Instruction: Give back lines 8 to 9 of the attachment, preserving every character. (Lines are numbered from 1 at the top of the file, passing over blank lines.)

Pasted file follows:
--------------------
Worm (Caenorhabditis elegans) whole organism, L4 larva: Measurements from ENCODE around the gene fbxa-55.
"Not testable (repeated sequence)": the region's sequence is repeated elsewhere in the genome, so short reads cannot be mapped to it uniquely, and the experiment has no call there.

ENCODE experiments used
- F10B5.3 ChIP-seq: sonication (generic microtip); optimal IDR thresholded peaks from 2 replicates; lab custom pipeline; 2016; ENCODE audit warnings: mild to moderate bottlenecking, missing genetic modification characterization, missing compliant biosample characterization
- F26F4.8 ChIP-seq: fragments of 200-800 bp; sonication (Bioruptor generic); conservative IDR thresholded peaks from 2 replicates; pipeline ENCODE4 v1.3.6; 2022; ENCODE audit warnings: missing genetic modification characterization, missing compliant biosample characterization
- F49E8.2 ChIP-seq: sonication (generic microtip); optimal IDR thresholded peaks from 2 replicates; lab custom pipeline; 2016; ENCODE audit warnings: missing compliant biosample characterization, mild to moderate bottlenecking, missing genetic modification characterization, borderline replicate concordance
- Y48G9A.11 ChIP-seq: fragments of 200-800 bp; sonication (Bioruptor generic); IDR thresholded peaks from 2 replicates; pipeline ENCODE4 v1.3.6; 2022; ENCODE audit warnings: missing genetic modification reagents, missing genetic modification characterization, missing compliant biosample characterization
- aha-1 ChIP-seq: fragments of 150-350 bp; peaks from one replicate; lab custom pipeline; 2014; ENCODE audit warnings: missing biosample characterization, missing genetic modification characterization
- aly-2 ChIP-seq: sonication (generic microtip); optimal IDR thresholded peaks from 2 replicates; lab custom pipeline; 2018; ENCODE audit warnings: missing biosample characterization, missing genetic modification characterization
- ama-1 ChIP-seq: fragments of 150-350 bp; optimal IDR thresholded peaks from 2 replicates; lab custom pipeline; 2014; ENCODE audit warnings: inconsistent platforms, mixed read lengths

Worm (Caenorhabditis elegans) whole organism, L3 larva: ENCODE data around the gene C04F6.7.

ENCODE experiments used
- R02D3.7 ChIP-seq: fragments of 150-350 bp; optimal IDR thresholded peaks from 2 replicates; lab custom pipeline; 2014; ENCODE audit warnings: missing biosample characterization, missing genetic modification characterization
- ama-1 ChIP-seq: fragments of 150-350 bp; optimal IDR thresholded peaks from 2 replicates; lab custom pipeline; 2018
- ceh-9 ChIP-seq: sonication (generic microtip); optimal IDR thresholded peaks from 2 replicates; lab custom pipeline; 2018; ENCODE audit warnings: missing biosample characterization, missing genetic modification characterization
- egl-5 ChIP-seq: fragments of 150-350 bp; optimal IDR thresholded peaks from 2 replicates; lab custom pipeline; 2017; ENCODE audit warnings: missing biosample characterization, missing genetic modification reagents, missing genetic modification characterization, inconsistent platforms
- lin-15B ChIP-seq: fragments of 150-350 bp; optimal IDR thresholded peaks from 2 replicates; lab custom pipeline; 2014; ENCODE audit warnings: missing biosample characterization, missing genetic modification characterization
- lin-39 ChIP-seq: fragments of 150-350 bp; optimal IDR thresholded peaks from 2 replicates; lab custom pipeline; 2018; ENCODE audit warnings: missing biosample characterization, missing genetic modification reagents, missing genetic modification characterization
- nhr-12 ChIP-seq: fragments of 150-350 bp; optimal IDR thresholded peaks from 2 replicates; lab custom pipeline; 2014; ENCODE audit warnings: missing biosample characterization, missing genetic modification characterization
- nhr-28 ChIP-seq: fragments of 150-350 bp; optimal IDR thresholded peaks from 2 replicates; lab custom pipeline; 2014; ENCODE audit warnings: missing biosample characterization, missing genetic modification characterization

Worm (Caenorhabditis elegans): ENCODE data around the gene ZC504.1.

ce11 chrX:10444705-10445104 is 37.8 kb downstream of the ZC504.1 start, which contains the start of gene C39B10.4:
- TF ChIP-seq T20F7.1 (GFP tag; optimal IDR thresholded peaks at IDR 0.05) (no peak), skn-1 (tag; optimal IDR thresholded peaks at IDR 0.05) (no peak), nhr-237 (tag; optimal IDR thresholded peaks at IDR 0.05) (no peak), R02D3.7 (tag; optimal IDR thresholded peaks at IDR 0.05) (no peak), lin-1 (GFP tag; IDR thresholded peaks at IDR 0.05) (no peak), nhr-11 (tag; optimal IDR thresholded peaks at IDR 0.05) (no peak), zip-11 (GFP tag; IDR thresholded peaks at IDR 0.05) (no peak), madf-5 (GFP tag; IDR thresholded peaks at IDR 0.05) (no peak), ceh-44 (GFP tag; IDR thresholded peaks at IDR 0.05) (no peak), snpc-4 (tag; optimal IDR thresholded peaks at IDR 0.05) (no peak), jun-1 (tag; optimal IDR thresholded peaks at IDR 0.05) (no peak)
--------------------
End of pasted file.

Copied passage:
- aha-1 ChIP-seq: fragments of 150-350 bp; peaks from one replicate; lab custom pipeline; 2014; ENCODE audit warnings: missing biosample characterization, missing genetic modification characterization
- aly-2 ChIP-seq: sonication (generic microtip); optimal IDR thresholded peaks from 2 replicates; lab custom pipeline; 2018; ENCODE audit warnings: missing biosample characterization, missing genetic modification characterization